I’m having a heart attack, you idiot.
Man, oh, man, I hated this movie. Let’s just get that out of the way. I hate Dick Cheney as much as the next guy (unless the next guy is Adam McKay apparently), but what a disaster of a movie. I loved The Big Short and there’s potential in the story of Dick Cheney certainly for McKay to make a similar film to that one, a film with a lot of humor that ends up being really dark. But apparently all the acclaim for The Big Short made McKay just double down on the superficial wackiness and turns out The Big Short had it right and doing it even crazier just doesn’t work. McKay’s directorial style here can best be described as . . . well, wait, how can it be described? It’s just a kind of fling everything at the wall and see what sticks. Let’s just add in a lot of unnecessary freeze frames and zooms and do weird cuts and keep referencing that you’re a movie (meta!) and just why not constantly be doing something weird? There’s a scene where Cheney is deciding whether or not to accept the offer to be Bush’s running mate and Bale is just playing it beautifully (more on Bale later) as this internal struggle where he’s honestly not sure what to do and you can just see it on his face even though he’s also being really minimal. And then the narrator (yes, there’s a narrator; it’s stupid, don’t even ask) muses that Cheney wasn’t one given to great Shakespearean speeches. We then smash cut to Cheney giving a lengthy Shakespearean speech. Yeah, that’s the way of this film: self-referential, stupid and constantly undercutting the moments that do work.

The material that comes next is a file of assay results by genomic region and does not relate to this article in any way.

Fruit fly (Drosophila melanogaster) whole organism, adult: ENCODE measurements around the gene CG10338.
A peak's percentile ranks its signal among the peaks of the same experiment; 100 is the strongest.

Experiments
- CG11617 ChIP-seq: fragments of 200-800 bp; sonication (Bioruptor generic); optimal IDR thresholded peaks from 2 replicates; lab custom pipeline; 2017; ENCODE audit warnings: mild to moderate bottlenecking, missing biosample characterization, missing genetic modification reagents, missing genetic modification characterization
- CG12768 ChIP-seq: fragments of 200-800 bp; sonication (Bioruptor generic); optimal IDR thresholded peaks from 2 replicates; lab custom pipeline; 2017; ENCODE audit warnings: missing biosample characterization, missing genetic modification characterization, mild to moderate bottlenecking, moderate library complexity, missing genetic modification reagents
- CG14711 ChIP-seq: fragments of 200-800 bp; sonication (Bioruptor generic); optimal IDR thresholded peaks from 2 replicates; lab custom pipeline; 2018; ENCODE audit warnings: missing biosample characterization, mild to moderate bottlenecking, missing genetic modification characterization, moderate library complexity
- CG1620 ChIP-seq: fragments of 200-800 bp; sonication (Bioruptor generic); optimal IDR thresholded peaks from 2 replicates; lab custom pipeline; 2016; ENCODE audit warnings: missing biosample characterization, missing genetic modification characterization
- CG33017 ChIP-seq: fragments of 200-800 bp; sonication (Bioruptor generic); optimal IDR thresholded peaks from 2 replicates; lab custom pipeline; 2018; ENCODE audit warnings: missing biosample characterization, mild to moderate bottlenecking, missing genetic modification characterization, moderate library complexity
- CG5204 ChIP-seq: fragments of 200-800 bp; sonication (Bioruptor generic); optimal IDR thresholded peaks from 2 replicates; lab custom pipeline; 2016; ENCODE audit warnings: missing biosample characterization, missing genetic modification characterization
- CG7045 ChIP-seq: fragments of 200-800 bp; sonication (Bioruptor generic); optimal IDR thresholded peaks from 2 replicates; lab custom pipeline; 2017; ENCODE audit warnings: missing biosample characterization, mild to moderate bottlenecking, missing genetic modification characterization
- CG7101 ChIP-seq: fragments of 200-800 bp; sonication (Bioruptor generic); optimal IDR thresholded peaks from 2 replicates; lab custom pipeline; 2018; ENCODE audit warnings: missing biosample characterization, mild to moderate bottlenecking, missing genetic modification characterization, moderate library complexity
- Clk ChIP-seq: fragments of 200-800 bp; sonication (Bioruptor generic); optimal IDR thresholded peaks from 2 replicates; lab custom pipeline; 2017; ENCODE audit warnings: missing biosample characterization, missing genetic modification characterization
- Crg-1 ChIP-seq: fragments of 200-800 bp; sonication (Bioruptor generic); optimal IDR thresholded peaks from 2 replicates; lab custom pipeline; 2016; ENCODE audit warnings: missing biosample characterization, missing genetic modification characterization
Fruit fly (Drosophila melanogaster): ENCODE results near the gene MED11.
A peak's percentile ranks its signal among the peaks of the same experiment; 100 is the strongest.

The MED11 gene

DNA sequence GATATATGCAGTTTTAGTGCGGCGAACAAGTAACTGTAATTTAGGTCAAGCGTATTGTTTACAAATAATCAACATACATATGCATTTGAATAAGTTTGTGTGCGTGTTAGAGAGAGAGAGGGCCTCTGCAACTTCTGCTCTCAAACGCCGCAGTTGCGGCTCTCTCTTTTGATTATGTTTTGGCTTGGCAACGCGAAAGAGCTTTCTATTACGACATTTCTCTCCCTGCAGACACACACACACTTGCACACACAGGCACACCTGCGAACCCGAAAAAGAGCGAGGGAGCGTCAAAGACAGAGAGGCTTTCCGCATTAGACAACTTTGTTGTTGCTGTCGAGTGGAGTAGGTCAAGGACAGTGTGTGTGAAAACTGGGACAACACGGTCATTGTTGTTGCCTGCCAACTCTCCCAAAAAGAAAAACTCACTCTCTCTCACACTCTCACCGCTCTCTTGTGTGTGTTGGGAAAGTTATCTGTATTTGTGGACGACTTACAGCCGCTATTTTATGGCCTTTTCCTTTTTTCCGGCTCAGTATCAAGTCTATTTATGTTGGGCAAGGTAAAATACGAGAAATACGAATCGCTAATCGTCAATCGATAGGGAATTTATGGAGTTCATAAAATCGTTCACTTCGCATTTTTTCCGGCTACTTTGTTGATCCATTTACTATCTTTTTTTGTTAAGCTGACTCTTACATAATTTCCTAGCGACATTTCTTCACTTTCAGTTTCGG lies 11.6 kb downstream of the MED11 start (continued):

Most of which are courtesy of Bale who is genuinely terrific in the role. It takes a really good performer to cut through all the nonsense McKay is doing with this movie; even Amy Adams doesn’t really register. The fact that Bale is able to make Cheney come to life is more than just a mark of a great impersonation; he imbues him with emotion and an interior life, particularly in the scenes dealing with his lesbian daughter. That plot thread is far and away the best thing in this movie, mainly because it’s the place where the movie allows Cheney to feel like a real person, like an actual human instead of just a cartoonish villain. That’s the interesting thing, artistically speaking, about men like Cheney, that, at the end of the day, for all the monstrous things they do, they are still people, they’re still humans. The scenes revolving around his daughter are the perfect example of the way men do monstrous things and yet retain some modicum of a conscience in some small personal area and it feels like, for all the evil things Cheney does in the movie, that the moment when he has to essentially choose between his two daughters is the moment when his soul is truly in the balance and Bale absolutely nails the devastation and the guilt of those scenes. Anyway, with a central performance as strong as Bale’s, there’s a good movie in here and you see flashes of it, but on the whole, it’s chaotic to the point of flailing desperation and McKay shows no real interest in striking a tone or even exploring character. He’s just all about being as cute and clever as he can and it’s often cringe-inducingly bad. Bale’s performance is a thing of wonder; the rest of the movie will just make you wonder what McKay was thinking. 2 stars.
tl;dr – Bale’s astoundingly great lead performance can’t save this sloppy, incoherent, flailing disaster of a movie; bad as Cheney is, he deserved a better movie than this. 2 stars.